James Webb telescope detects the earliest ever series of 'cosmic networks'

James Webb telescope detects the earliest ever series of 'cosmic networks'

The stars above may appear evenly scattered down and up on a clear night. But that’s not the case—all the stars are part of a huge cosmic network that connects galaxies in the universe like a spider thread, leaving out sometimes incomprehensibly large fields of nothingness. Now, in two papers published on June 29 in The Astrophysical Journal Letters, scientists detail evidence that this huge cosmic highway stretches almost to the dawn of the universe.

Using data from the James Webb Space Telescope, astronomers have discovered a giant, gas-shaped thread consisting of 10 galaxies close to each other, stretching over 3 million light-years. According to researchers, this ancient gas and star filament may represent the oldest known thread of the cosmic net.

"It surprised me how long and how narrow this filament is," Xiaohui Fan, a member of the astronomy and research team at the University of Arizona, said. "I was expecting to find something, but I wasn't expecting such a long, distinctly thin structure.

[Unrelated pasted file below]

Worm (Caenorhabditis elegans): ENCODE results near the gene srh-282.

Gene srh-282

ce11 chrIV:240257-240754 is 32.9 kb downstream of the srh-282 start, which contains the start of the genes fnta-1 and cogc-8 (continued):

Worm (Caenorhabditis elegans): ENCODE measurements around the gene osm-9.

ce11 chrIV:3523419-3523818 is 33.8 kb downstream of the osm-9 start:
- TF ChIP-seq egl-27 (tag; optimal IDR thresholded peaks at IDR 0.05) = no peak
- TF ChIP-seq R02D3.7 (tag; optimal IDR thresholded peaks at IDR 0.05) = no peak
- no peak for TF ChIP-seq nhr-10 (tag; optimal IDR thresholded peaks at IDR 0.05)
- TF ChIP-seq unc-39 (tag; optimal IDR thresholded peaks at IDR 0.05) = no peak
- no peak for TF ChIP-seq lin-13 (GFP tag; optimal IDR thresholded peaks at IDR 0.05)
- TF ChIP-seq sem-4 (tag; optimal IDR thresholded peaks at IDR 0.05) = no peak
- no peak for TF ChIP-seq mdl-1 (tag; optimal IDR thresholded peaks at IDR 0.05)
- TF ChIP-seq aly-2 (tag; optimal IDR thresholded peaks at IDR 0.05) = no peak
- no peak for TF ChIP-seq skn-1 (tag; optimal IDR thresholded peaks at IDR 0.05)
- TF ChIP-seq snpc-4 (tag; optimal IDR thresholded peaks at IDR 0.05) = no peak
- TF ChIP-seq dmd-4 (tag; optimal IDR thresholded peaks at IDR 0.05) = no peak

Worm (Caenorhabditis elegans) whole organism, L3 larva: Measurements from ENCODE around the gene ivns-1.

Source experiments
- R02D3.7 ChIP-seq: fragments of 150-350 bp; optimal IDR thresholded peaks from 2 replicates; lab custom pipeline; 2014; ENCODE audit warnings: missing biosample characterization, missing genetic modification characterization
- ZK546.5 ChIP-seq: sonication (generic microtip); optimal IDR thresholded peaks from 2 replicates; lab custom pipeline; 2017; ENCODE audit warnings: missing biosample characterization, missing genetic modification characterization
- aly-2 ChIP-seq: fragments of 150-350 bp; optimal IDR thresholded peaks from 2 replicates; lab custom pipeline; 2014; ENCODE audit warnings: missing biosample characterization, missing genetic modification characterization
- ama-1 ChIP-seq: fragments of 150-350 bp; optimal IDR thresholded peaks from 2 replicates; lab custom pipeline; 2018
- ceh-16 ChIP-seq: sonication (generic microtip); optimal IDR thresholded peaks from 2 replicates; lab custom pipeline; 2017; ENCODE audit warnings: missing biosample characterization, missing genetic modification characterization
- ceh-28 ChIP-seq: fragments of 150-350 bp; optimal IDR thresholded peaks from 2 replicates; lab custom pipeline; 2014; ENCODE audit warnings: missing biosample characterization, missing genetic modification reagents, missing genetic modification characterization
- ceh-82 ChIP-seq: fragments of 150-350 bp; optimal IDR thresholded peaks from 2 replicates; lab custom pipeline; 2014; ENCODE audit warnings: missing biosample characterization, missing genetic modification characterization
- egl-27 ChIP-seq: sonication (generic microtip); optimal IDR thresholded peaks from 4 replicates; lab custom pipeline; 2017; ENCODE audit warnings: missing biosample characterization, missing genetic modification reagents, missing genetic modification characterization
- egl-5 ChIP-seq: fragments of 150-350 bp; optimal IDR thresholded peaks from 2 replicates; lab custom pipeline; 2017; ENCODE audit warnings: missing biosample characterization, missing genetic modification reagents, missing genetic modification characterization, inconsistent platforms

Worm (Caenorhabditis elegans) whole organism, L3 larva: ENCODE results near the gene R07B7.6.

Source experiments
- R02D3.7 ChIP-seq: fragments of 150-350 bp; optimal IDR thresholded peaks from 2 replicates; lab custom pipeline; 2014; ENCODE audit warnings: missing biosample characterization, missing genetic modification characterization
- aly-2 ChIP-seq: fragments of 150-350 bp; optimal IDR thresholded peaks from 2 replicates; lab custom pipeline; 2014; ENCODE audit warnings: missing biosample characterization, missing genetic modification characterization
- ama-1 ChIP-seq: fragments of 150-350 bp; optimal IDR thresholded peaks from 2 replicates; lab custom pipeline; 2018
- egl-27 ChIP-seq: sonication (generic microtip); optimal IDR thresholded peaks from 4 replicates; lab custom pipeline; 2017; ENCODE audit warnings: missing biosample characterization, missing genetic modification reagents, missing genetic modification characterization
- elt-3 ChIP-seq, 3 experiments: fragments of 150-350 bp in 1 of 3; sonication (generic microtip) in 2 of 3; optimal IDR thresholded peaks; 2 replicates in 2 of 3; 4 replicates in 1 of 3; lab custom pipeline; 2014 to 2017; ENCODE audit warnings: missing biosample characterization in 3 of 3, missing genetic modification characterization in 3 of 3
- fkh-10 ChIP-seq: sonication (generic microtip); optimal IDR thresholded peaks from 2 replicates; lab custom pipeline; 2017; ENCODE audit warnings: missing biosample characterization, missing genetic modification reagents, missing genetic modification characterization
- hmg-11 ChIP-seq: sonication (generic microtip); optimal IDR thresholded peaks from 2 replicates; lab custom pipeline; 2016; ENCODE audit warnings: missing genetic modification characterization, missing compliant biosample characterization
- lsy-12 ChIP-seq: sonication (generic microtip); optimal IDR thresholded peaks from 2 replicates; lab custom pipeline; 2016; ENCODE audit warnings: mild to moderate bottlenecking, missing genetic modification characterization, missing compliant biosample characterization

The newly discovered filament was formed while the universe was young—only 830 million years after the Big Bang. An extremely bright celestial object with a supermassive black hole, known as a quasar, irons it at its center.

This bright black hole is why scientists first discovered tendrilium. Fan and his team are working as part of the ASPIRE project, which aims to study how the earliest black holes affect galactic evolution. The project targeted 25 early universe quasars, including the one we identified here.

"This is one of the oldest ipsos structures that people have found associated with a distant quasar," said Feige Wang, an astrophysicist at the University of Arizona and the programme's chief researcher.

The researchers assume that black holes help form the cosmic network by acting like gravitational wells to bring matter together and sometimes by throwing them away on “cosmic winds” that scatter around highly active quasars. Even if the winds drag them all over the universe, gravity keeps these star and dust threads connected.

Researchers think that this filament will eventually turn into a cluster of galaxies similar to the Coma cluster, which is about 330 million light years away from Earth.

Let's recognize the James Webb Space Telescope